The Convener

There will be a division.

For

Mason, Tom (North East Scotland) (Con)
Halcro Johnston, Jamie (Highlands and Islands) (Con)

Against

Watt, Maureen (Aberdeen South and North Kincardine) (SNP)
Ruskell, Mark (Mid Scotland and Fife) (Green)
Paterson, Gil (Clydebank and Milngavie) (SNP)
Kidd, Bill (Glasgow Anniesland) (SNP)
Findlay, Neil (Lothian) (Lab)

The Convener

The result of the division is: For 2, Against 5, Abstentions 0.

Amendment 21 disagreed to.

Amendment 15 moved—[Mark Ruskell].

The Convener

The question is, that amendment 15 be agreed to. Are we agreed?

Members: No.

The Convener

There will be a division.

For

Ruskell, Mark (Mid Scotland and Fife) (Green)

Against

Watt, Maureen (Aberdeen South and North Kincardine) (SNP)
Paterson, Gil (Clydebank and Milngavie) (SNP)
Mason, Tom (North East Scotland) (Con)
Kidd, Bill (Glasgow Anniesland) (SNP)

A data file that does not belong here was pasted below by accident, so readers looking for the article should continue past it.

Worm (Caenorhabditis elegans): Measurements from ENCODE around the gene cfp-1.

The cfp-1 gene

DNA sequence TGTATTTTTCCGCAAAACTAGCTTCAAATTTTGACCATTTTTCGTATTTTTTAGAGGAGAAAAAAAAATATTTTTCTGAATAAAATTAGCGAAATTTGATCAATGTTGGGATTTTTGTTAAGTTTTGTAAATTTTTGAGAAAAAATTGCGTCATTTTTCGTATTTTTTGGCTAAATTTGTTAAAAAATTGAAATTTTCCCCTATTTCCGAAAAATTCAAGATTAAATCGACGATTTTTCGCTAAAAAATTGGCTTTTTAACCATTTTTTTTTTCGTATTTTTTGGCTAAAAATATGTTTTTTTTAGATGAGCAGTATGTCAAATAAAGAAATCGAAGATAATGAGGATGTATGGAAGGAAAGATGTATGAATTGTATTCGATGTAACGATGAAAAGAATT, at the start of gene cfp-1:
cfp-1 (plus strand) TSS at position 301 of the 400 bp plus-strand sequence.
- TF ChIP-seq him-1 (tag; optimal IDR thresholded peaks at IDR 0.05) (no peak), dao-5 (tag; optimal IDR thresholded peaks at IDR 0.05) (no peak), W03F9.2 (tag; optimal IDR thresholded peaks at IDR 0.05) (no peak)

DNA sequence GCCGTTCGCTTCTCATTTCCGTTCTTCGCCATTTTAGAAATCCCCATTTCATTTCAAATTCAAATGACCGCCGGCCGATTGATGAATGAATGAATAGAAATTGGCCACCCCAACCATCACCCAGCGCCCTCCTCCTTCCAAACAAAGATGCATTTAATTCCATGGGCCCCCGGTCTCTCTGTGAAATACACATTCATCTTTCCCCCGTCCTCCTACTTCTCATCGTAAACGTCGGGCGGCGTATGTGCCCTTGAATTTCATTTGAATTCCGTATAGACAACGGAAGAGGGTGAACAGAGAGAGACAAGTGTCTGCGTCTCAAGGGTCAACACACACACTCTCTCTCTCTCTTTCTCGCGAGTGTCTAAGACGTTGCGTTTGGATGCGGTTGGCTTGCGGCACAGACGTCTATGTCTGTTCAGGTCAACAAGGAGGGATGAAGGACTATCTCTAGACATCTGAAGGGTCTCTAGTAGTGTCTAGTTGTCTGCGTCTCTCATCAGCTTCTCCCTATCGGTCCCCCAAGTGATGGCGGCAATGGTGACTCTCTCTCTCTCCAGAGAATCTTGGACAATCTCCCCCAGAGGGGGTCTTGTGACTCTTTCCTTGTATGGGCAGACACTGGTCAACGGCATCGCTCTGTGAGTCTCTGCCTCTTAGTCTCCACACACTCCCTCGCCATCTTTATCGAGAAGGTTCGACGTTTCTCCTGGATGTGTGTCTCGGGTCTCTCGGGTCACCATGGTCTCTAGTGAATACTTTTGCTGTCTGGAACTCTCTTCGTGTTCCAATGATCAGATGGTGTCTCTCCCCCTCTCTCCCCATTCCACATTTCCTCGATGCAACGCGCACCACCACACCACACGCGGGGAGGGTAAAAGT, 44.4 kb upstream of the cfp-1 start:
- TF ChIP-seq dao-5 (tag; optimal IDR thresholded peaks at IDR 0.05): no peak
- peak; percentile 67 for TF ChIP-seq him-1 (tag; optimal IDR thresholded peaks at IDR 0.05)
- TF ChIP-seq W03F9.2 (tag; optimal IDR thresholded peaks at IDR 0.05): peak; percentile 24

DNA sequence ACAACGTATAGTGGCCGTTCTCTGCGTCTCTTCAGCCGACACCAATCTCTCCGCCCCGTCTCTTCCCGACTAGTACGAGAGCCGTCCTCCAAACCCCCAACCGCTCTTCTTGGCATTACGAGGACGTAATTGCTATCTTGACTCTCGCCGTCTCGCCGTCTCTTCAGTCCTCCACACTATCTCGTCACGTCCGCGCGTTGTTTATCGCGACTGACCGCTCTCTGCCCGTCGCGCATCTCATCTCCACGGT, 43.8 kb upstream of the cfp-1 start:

Halcro Johnston, Jamie (Highlands and Islands) (Con)
Findlay, Neil (Lothian) (Lab)

The Convener

The result of the division is: For 1, Against 6, Abstentions 0.

Amendment 15 disagreed to.

Amendment 22 not moved.

Section 4 agreed to.

After section 4

Liam McArthur

I will reflect further on the concerns that the cabinet secretary has raised about introducing changes in future by means of secondary legislation, so I will not move amendment 16.

Amendment 16 not moved.

Section 5—Residence of convicted persons in prison etc: uninterrupted residence

10:45  



Amendment 23 moved—[Jamie Halcro Johnston].

The Convener

The question is, that amendment 23 be agreed to. Are we agreed?

Members: No.

The Convener

There will be a division.

For

Mason, Tom (North East Scotland) (Con)
Halcro Johnston, Jamie (Highlands and Islands) (Con)

Against

Watt, Maureen (Aberdeen South and North Kincardine) (SNP)
Ruskell, Mark (Mid Scotland and Fife) (Green)
Paterson, Gil (Clydebank and Milngavie) (SNP)
Kidd, Bill (Glasgow Anniesland) (SNP)
Findlay, Neil (Lothian) (Lab)

The Convener

The result of the division is: For 2, Against 5, Abstentions 0.

Amendment 23 disagreed to.

Section 5 agreed to.

Section 6—Residence of convicted persons in prison etc: notional residence

The Convener

We move on to arrangements for registration to vote and voting by prisoners etc at Scottish parliamentary elections and local government elections in Scotland. Amendment 5, in the name of the cabinet secretary, is grouped with amendments 6 to 9.